The Internetworking Working Group (INWG) forms to address need for establishing standard protocols.
1973: Global networking becomes a reality as the University College of London (England) and Royal Radar Establishment (Norway) connect to ARPANET. 1974: The first Internet Service Provider (ISP) is born with the introduction of a commercial version of ARPANET, known as Telenet.
1979: USENET forms to host news and discussion groups.
1981: The National Science Foundation (NSF) provided a grant to establish the Computer Science Network (CSNET) to provide networking services to university computer scientists.
1987: The number of hosts on the Internet exceeds 20,000. 1989: com becomes the first commercial provider of dial-up access to the Internet.
1990: Tim Berners-Lee, a scientist at CERN, the European Organization for Nuclear Research, develops Hyper Text Markup Language (HTML).
Marc Andreesen develops the Mosaic Web browser at the University of Illinois, Champaign-Urbana. is created by Jerry Yang and David Filo, two electrical engineering graduate students at Stanford University.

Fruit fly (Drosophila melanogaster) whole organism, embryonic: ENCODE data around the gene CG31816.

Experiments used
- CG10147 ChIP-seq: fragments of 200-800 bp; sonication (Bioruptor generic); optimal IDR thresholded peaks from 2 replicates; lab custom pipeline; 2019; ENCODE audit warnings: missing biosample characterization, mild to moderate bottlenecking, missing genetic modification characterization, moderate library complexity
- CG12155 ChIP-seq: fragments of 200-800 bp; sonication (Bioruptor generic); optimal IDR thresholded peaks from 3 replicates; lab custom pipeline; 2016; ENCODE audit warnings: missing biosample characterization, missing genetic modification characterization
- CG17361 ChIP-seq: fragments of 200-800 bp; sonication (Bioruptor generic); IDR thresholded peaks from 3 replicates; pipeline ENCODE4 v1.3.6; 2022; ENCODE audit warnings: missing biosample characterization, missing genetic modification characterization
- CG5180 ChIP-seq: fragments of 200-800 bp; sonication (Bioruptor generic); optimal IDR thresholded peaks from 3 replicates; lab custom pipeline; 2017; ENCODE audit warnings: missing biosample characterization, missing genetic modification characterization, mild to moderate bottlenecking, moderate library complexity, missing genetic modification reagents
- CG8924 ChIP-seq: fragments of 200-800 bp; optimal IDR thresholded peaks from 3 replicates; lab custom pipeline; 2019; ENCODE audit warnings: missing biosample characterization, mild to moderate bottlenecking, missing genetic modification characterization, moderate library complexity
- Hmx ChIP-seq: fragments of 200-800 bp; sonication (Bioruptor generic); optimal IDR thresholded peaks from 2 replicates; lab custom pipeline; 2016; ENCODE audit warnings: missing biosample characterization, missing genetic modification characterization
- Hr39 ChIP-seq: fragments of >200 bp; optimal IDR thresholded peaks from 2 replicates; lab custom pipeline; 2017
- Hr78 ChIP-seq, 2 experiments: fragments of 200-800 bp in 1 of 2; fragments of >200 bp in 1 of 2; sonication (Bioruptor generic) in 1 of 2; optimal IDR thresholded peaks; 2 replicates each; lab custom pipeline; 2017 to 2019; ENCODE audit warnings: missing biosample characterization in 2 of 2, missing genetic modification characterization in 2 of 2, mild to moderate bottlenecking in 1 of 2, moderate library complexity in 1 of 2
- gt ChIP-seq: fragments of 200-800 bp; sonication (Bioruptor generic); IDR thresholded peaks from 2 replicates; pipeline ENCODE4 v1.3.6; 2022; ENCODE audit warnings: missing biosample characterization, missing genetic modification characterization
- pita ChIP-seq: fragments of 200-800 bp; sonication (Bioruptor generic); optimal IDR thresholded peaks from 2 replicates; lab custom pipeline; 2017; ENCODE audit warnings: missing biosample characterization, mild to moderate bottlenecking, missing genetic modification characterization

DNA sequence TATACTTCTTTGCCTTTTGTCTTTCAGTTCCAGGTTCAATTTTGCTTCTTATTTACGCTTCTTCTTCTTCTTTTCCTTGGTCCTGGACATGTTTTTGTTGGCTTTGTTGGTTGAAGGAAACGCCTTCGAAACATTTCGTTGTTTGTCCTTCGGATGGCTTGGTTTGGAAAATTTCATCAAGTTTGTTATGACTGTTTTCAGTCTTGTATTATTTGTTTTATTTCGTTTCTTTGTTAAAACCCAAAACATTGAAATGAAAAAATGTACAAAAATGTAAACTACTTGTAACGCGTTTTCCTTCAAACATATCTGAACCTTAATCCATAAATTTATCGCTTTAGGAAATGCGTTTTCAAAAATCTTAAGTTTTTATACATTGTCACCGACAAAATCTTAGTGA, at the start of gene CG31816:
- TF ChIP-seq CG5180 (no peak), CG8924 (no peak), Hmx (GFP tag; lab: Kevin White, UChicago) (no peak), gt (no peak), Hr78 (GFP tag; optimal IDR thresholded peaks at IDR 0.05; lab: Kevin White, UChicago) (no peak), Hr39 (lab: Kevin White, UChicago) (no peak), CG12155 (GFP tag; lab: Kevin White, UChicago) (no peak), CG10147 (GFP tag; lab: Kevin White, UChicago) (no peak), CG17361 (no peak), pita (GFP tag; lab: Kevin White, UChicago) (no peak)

1982: Transmission Control Protocol (TCP) and Internet Protocol (IP), as the protocol suite, commonly known as TCP/IP, emerge as the protocol for ARPANET.
This results in the fledgling definition of the Internet as connected TCP/IP internets.
Credit for the initial concept that developed into the World Wide Web is typically given to Leonard Kleinrock. Licklider, the first director of the Information Processing Technology Office (IPTO), provided the backbone for the ubiquitous stream of emails, media, Facebook postings and tweets that are now shared online every day.
In 1961, he wrote about ARPANET, the predecessor of the Internet, in a paper entitled "Information Flow in Large Communication Nets." Kleinrock, along with other innnovators such as J. Here, then, is a brief history of the Internet: The precursor to the Internet was jumpstarted in the early days of computing history, in 1969 with the U. Defense Department's Advanced Research Projects Agency Network (ARPANET).